Tastings School - New Zealand's true brew (White Cliffs)

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New Zealand's true brew (White Cliffs)

Julie Ihle visits White Cliffs, an organic brewer whipping up a storm Down Under.

In a land best known for sheep and strangulated vowels, when you see a sign for ‘Real Ale – 1000 litres Ahead,’ you know you are in for a treat.

White Cliffs Brewery in New Zealand’s bucolic North Island is on the west coast, squeezed between a snow-capped volcano, Mount Taranaki, and the Tasman Sea. This part of New Zealand used to be known for its dairy and mining industries but now thanks to the filming of The Last Samurai (owing to Mount Taranaki’s similarity to Mount Fuji) and frequent appearances of Billy Connolly and Stevie Nicks at its quirky world music festival, it is on the tourist route.

White Cliffs Brewery started as a one beer operation but was taken over and expanded by Steve Ekdahl and his partner Sharon Cottam.

Having worked as a carpenter and pediatrics nurse respectively, they discovered their passion for brewing in Ireland on their Overseas Experience – Kiwi-speak for a gap year European working holiday. A chance encounter with a Guinness brewer and a realisation that New Zealand’s clean green atmosphere was the perfect export they returned home and tried to find a way to bottle it.

They purchased the one-beer, home brew operation of White Cliffs Brewery near their home town of New Plymouth. They focussed on increasing production and adding another beer to the repertoire.

The original signature beer is Mike’s Mild Ale, a lightly hopped beer with a full malt taste.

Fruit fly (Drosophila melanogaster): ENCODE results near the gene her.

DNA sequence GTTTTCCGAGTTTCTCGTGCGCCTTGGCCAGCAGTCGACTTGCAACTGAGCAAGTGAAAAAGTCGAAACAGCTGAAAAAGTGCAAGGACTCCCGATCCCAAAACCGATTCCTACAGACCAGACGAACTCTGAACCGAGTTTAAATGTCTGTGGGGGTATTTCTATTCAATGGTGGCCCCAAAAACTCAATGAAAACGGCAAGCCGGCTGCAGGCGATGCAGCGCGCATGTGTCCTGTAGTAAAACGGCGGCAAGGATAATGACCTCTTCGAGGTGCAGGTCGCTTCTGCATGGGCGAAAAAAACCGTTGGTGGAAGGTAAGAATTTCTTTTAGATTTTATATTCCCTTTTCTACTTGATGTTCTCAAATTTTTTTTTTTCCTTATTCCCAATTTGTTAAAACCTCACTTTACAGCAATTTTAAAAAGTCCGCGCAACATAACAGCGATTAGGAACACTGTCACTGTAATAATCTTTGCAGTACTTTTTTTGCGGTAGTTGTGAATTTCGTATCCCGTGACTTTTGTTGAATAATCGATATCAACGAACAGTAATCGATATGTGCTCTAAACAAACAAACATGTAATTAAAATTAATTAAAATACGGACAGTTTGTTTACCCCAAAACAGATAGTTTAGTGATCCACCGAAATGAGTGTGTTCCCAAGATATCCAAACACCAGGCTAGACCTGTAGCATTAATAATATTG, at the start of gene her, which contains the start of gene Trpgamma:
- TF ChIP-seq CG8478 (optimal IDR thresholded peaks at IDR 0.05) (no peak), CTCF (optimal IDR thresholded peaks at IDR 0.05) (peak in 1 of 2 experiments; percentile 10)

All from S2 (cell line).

Mountain Lager is the latest addition, a full strength German-style lager with a soft citrus flavour and a clean white head. Both beers are fully certified organic. They also have plans for an Imperial Russian Stout to add to the mix.

White Cliffs Brewery aims to have as true a brew possible; using hops from the south of New Zealand, organic malts from Germany, pure North Island water and a traditional ale yeast.

There is no added sugar or preservatives, no pasteurisation and no filtering.

In a scenario familiar to other boutique brewers, Steve and Sharon do every thing from marketing and product development to sweeping the floors. The beer tasting area is a one-room shed which also doubles as the factory. It takes eight hours to label, package and bottle 1800 bottles of beer and most of the process is done by hand.

The hard work has paid off. Mike’s Mild Ale won the Silver Medal in the ‘Dark Beer’ category at the 2004 Brew NZ Awards and they are hoping to achieve similar success with the new Mountain Lager brand. They export to Australia and Asia, and on weekends get around 50 tourists a day – not bad for a reasonably lonely stretch of road in a country of just four million.

But weaning the locals off their Tui, Speights and Waikato, New Zealand’s national beers, has not been easy. White Cliffs Brewery is in rugby heartland and getting a third generation dairy farmer to spend an extra $2 on an organic handcrafted product is a challenge.

Steve’s answer is through the stomach. He’s bought an 1880s schoolhouse, moved it onsite and converted it into a function centre. On weekends the locals hold wedding receptions, sports club functions and birthday parties. They are served hearty Kiwi bistro-style tucker such as whitebait fritters, mussels in Green Ginger Wine and the ubiquitous lamb kebabs and kumara chips followed with lashings of hokey pokey ice cream, New Zealand’s national dessert. All washed down with White Cliffs to give them a chance to at least sample the beer.

Slowly Steve is turning around the locals’ perceptions. New Zealand is not just about rugby, sheep and cheap beer any more, it’s about quality, organics and craftsmanship.

Steve and Sharon love their eco-friendly young brewery despite the hard work, and are always up for a chat about all things beer, and how they’ve attempted to bottle New Zealand.

Contact:
White Cliffs Brewery
State Highway 3, Urenui, New Zealand
Tel: + 64 6 752 3676, Web: www.organicbeer.co.nz
Open 7 days from 10.00am to 6.00pm